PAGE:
Initially, the conception unemployment has to be defined as well as how unemployment rates are calculated. Theoretically, full employment is reached when nobody is voluntarily unemployed. Due to the fact that it is very hard to determine who is voluntarily unemployed, this quantity cannot be used for unemployment statistics (Franz, 2005, p.349). The German unemployment statistics are created by the Bundesagentur für Arbeit (Federal Employment Office) in accordance with the regulations of §119 SGB, III (SGB, 2005). Thus, the definition of an unemployed person is when the person is not employed, when the person tries to get employed, and when this person is willing to accept job offers of the Bundesagentur für Arbeit for the occupational integration (§119 SGB III). People who are affected by short-time work or who are in further training measures are not included in the pool of unemployed (Edling, 2006, p.225) and build the amount of hidden unemployment.

There is a second measure concept for international comparability of unemployment, which follows the agreed upon standards of the International Labor Organisation (ILO): Unemployed persons are defined as those who report that they are without work, that they are available for work and that they have taken active steps to find work in the last four weeks (ILO, 1982).

To calculate the unemployment rate, this paper uses the concept of dividing the number of unemployed by the total labour force, in accordance with §119 SGB, III.

2.2 Efficient Market Hypothesis and Behavioural Finance

According to Selwyn-Brown (1910), “crises are essentially psychological phenomena” (p.154), therefore the theories about the EMH and behavioural finance, which are contrary to each other, will be introduced.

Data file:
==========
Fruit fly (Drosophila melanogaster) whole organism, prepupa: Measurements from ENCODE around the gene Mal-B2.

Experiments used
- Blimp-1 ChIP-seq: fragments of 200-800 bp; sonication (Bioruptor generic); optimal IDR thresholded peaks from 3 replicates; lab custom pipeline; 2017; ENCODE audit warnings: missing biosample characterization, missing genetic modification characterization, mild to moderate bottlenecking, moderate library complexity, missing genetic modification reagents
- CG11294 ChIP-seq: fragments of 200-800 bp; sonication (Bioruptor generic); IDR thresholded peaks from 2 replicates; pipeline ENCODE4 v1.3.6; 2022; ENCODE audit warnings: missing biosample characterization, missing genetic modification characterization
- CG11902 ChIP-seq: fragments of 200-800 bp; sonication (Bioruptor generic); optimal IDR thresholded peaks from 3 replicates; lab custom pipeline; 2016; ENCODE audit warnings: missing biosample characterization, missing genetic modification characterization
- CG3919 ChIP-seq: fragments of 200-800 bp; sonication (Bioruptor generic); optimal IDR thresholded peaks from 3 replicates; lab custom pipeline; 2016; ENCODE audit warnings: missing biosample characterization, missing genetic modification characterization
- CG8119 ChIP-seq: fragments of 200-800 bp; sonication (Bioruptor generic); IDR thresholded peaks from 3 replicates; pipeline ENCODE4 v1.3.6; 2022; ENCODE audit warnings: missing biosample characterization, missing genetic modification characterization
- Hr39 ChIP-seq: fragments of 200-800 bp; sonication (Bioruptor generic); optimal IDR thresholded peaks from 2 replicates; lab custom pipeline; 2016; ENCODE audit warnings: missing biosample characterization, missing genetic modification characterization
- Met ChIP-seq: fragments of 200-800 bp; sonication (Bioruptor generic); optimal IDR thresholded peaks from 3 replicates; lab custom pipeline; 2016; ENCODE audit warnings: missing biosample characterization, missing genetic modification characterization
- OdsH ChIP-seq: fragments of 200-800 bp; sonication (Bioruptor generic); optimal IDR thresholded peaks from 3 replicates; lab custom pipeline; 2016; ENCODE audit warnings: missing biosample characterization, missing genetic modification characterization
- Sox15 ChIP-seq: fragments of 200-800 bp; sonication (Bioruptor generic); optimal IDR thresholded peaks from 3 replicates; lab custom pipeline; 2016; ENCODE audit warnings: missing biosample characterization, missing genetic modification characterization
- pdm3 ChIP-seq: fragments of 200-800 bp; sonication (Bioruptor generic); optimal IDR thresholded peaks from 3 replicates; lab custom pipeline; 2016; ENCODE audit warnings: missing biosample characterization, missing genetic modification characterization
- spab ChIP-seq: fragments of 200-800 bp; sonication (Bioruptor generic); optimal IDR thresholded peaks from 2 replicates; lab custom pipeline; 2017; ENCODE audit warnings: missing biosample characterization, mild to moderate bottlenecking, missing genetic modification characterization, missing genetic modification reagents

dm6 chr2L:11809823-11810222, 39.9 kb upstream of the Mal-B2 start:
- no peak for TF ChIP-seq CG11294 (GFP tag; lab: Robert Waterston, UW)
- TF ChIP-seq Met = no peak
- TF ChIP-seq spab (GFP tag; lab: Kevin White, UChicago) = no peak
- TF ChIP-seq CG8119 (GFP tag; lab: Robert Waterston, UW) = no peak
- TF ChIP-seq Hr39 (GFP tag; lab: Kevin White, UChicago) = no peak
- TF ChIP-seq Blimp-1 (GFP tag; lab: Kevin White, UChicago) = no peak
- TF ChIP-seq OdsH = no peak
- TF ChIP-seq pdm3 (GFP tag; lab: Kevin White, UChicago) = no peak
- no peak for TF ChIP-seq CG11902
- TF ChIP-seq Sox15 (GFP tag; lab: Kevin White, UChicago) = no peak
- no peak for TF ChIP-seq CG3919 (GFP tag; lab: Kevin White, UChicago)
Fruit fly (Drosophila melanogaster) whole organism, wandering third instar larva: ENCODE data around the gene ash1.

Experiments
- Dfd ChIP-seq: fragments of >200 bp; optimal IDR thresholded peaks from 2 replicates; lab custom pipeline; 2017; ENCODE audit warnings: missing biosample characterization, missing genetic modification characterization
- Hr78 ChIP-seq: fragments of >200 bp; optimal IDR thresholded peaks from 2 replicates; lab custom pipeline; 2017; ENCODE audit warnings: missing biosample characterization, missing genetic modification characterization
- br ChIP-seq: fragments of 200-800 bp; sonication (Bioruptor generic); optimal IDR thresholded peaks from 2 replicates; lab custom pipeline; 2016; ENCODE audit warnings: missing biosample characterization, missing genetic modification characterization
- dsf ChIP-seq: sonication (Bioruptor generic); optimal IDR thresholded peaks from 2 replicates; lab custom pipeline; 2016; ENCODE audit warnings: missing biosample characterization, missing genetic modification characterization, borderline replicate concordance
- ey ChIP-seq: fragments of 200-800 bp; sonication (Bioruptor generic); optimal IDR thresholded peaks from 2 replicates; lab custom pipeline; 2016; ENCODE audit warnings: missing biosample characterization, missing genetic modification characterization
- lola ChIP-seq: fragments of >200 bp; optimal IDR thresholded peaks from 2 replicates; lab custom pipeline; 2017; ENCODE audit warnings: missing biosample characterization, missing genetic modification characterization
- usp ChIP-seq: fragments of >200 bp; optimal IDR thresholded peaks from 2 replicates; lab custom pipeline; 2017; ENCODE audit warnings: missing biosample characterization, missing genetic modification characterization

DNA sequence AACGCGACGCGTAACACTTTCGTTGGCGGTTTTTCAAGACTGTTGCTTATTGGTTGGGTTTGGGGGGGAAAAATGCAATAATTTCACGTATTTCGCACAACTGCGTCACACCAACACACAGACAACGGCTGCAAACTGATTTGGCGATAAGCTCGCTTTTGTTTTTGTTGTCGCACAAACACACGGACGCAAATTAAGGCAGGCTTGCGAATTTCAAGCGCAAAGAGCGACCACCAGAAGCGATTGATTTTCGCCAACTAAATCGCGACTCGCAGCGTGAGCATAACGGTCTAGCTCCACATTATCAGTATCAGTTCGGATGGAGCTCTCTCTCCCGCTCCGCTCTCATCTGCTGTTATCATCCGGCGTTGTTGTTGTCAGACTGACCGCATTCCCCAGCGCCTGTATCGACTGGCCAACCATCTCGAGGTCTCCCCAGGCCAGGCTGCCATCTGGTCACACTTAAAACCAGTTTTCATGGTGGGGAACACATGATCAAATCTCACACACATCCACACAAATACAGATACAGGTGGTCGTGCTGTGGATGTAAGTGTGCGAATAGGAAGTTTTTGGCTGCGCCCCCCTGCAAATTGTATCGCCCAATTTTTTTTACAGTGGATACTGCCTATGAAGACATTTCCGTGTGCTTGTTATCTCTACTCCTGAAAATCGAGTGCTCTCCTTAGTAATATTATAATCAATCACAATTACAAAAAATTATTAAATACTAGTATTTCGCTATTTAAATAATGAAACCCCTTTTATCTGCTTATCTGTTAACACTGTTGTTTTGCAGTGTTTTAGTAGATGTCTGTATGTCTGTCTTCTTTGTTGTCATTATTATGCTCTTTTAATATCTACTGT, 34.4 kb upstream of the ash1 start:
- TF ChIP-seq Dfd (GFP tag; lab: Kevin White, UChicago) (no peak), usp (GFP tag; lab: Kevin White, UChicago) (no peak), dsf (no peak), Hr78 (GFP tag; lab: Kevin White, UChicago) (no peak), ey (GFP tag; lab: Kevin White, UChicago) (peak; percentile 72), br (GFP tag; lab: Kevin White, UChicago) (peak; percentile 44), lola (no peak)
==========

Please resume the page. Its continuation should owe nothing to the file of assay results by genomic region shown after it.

The prevalent theory regarding capital markets has been the EMH, firstly addressed by Bachelier (1900, 1964), cited by Courtault et al. (2000). This hypothesis is included in this paper in order to highlight the paradox between this theory and the existence of anomalies. The underlying assumption of the EMH is that security prices, such as of stocks or commodities, are only influenced by information. According to Malkiel (1992), a capital market is perfectly efficient if it fully and correctly reflects all relevant information in determining security prices. This hypothesis is extended by Louhichi (2008): “empirical studies show that this extreme version of market efficiency hypothesis is not valid”. In his point of view, a perfectly efficient market immediately adjusts prices to market news; an inefficient market adjusts prices slowly (figure 1). Jones and Litzenberger (1970, p.147) furthermore prove empirically that the market is not as perfect as random walk theorists claim and that the market does not always adjust immediately and correctly.

Figure 1: Efficient versus Inefficient Market

Abbildung in dieser Leseprobe nicht enthalten

From Goriaev, 2008, slide 5.

Since anomalies challenge the validity of the EMH, a new capital markets theory arose, the behavioural finance theory.